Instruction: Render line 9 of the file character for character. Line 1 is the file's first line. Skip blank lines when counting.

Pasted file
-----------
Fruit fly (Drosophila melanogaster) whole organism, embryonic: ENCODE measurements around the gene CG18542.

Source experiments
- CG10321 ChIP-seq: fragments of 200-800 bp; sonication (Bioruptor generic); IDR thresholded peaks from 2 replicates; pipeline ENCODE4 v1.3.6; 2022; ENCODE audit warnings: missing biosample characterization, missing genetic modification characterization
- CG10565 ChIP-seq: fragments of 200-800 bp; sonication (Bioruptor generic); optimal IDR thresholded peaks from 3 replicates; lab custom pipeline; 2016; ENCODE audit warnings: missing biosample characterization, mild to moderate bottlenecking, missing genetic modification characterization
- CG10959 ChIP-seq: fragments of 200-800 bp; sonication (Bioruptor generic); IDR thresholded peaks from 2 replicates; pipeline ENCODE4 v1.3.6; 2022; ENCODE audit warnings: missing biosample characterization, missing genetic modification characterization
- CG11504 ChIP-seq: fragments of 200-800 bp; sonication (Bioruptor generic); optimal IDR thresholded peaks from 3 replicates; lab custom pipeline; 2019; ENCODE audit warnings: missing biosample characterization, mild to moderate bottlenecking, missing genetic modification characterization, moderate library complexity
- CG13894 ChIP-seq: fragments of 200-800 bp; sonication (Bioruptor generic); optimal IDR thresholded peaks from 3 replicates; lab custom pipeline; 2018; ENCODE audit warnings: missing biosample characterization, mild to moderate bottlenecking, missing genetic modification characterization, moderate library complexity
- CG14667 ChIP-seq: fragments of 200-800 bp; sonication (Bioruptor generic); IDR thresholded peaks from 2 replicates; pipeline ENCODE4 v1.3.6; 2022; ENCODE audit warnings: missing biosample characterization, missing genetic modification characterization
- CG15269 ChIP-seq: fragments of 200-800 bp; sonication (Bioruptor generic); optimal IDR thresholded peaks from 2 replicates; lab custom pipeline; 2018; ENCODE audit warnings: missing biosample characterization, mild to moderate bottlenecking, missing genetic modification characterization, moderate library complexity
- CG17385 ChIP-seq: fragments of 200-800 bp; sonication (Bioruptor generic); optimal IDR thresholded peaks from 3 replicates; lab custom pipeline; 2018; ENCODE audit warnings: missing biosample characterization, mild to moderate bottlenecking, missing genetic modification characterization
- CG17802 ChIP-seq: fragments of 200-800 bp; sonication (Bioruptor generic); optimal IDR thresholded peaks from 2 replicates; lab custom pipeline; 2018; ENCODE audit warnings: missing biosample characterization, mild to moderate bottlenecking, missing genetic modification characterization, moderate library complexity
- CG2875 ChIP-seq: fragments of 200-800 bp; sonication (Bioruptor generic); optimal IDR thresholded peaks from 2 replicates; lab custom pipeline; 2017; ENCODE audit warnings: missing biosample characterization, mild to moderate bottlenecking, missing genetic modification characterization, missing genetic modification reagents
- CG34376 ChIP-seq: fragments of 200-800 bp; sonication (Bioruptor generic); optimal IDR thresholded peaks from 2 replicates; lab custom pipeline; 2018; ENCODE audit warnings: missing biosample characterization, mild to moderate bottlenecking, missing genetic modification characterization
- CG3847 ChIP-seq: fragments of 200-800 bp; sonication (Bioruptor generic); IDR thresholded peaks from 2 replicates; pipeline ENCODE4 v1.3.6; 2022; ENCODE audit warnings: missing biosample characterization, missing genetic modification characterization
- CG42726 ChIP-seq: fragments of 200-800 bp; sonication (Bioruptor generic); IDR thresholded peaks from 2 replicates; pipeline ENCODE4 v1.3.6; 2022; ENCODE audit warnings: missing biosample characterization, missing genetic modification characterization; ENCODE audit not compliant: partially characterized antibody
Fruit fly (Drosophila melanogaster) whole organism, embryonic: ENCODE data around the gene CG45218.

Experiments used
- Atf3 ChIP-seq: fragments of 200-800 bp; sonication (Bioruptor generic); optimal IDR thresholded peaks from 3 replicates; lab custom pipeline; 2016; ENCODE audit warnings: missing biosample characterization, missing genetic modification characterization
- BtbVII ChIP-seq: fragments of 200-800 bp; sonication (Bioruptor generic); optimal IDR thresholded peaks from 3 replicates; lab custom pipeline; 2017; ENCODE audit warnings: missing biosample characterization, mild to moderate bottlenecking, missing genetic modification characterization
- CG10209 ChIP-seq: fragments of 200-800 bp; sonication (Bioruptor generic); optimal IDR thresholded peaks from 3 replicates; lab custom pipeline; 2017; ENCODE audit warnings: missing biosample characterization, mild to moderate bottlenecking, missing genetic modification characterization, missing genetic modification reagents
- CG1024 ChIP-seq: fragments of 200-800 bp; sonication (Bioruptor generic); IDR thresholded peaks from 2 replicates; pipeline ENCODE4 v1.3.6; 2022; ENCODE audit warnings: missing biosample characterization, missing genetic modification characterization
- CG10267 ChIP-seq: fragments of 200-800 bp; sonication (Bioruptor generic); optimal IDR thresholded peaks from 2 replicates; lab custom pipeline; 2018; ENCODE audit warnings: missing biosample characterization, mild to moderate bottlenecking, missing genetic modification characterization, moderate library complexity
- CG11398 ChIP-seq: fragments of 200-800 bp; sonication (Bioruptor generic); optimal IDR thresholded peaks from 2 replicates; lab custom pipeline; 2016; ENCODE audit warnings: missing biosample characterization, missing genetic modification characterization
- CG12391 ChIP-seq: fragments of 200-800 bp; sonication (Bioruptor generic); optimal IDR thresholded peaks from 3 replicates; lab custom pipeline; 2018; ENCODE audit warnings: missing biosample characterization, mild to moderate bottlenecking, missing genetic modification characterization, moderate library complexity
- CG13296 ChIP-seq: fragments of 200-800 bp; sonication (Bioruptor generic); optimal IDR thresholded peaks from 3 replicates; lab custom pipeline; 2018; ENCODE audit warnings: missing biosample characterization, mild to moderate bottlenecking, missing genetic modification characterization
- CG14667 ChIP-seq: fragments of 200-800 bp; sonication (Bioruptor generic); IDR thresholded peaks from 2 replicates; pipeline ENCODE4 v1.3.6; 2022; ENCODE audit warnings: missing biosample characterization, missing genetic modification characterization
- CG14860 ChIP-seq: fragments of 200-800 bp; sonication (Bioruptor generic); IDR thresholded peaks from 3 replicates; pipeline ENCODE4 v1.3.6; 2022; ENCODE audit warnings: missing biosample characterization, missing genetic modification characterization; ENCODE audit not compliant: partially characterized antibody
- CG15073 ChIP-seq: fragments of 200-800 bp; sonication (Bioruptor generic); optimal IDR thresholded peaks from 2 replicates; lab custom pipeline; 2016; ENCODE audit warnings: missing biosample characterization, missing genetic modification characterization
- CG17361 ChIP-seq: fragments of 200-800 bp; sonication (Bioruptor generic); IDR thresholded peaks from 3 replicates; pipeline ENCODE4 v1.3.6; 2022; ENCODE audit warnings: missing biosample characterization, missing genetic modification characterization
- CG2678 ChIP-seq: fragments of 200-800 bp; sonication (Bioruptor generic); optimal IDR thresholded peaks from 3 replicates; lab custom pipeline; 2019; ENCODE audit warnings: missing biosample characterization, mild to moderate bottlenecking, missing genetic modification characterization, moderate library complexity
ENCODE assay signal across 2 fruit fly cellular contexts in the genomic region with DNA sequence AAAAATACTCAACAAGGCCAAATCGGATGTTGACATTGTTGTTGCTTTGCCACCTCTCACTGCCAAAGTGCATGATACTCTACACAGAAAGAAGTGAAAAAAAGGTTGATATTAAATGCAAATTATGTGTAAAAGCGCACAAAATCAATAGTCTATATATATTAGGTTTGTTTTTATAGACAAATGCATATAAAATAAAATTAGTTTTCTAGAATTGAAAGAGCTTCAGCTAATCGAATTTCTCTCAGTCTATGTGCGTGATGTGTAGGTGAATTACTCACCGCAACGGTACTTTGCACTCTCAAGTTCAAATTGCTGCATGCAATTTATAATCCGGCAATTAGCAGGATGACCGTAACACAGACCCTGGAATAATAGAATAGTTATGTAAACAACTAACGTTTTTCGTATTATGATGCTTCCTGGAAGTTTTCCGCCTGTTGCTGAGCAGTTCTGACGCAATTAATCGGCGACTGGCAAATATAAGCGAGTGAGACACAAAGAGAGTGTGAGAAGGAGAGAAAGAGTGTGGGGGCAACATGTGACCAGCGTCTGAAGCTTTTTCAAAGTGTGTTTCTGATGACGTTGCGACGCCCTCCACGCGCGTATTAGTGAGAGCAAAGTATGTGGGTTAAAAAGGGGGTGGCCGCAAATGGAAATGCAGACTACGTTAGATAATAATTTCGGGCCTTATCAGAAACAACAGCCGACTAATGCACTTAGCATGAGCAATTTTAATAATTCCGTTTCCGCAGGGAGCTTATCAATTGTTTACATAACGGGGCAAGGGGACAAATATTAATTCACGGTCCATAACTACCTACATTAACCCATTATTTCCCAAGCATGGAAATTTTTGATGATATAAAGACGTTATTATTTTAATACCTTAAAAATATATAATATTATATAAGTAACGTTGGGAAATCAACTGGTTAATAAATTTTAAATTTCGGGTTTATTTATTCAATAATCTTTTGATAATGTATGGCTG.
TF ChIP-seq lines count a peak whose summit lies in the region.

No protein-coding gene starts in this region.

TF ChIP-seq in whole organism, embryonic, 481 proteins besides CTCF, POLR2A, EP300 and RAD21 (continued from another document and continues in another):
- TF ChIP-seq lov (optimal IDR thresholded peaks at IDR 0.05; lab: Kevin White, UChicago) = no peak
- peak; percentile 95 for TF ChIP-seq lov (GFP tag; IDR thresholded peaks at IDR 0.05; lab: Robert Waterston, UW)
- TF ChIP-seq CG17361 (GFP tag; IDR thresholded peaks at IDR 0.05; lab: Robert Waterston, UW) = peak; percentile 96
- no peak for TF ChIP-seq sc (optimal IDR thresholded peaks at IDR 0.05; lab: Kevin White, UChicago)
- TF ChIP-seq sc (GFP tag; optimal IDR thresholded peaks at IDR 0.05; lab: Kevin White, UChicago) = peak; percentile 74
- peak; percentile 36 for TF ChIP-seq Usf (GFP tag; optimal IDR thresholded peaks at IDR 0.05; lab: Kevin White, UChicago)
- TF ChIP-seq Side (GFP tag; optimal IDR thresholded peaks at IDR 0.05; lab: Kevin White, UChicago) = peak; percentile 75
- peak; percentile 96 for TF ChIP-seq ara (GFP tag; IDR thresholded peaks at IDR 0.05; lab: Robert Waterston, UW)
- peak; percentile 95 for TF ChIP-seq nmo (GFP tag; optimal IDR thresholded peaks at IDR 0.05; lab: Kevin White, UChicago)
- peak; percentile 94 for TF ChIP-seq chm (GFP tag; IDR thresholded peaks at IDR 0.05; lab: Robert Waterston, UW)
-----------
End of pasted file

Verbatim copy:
- CG15269 ChIP-seq: fragments of 200-800 bp; sonication (Bioruptor generic); optimal IDR thresholded peaks from 2 replicates; lab custom pipeline; 2018; ENCODE audit warnings: missing biosample characterization, mild to moderate bottlenecking, missing genetic modification characterization, moderate library complexity